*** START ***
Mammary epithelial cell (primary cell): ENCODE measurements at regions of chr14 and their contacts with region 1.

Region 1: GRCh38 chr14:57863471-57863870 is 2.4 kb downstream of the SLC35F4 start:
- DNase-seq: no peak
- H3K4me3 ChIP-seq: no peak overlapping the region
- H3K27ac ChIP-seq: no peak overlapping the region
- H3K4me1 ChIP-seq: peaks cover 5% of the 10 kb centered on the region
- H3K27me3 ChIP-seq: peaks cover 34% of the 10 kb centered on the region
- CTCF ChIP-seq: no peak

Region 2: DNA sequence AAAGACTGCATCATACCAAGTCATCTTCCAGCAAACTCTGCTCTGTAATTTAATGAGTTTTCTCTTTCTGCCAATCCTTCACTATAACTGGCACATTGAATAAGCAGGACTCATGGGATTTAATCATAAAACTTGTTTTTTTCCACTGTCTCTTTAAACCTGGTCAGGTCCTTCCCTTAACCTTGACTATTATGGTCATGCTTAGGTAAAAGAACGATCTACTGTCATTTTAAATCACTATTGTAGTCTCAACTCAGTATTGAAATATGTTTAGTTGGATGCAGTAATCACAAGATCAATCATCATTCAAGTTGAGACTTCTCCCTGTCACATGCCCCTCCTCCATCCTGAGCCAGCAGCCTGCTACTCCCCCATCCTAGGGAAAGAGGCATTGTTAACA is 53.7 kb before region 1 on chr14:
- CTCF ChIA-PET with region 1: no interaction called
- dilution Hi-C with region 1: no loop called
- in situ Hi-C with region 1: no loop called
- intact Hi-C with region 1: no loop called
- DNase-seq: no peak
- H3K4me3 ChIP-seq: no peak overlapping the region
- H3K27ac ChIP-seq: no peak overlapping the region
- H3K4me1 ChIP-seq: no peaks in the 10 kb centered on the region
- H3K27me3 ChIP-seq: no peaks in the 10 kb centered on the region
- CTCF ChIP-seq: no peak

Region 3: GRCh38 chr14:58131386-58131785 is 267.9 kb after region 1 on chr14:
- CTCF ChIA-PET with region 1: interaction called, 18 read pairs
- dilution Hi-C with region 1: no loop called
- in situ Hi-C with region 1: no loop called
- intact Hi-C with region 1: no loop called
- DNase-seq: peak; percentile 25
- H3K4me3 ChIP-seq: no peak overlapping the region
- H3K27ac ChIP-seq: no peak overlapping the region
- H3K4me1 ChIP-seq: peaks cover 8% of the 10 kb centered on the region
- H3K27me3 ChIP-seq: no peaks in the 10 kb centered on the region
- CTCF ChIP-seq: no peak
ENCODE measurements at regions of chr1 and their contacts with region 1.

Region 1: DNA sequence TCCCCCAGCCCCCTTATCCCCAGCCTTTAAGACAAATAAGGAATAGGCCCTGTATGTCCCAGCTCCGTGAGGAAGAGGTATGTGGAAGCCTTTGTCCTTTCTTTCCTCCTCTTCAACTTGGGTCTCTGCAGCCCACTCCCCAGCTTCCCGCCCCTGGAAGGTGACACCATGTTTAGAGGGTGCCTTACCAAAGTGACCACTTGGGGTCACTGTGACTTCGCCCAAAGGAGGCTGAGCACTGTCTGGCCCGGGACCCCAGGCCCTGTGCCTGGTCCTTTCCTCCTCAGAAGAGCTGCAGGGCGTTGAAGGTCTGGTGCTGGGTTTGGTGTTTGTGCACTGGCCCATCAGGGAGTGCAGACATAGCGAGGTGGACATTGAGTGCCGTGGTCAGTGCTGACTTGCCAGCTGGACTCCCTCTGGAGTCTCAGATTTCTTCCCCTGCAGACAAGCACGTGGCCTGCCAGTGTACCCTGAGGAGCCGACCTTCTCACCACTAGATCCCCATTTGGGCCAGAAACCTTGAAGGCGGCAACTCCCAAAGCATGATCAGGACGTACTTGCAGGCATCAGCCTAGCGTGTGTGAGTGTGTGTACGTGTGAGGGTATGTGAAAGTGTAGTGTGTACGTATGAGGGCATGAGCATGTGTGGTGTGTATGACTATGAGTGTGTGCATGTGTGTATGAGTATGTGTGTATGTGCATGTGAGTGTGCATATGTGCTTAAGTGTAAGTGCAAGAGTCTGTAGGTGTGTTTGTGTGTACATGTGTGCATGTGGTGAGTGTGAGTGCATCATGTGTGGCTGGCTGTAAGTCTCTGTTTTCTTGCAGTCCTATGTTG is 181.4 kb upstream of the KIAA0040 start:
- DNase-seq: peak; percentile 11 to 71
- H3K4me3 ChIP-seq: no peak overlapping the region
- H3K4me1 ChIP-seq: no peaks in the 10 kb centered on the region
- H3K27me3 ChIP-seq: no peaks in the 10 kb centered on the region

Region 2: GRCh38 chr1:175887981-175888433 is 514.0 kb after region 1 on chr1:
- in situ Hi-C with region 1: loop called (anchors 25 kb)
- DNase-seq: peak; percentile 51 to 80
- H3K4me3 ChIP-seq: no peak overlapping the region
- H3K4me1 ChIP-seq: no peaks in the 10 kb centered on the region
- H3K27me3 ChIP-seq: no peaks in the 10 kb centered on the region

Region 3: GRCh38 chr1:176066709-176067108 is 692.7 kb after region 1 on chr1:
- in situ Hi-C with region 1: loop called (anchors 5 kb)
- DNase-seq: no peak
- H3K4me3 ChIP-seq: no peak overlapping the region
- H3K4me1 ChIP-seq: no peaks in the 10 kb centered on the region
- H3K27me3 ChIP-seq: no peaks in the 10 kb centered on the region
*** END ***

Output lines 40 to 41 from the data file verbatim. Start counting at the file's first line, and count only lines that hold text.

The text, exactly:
- H3K4me3 ChIP-seq: no peak overlapping the region
- H3K4me1 ChIP-seq: no peaks in the 10 kb centered on the region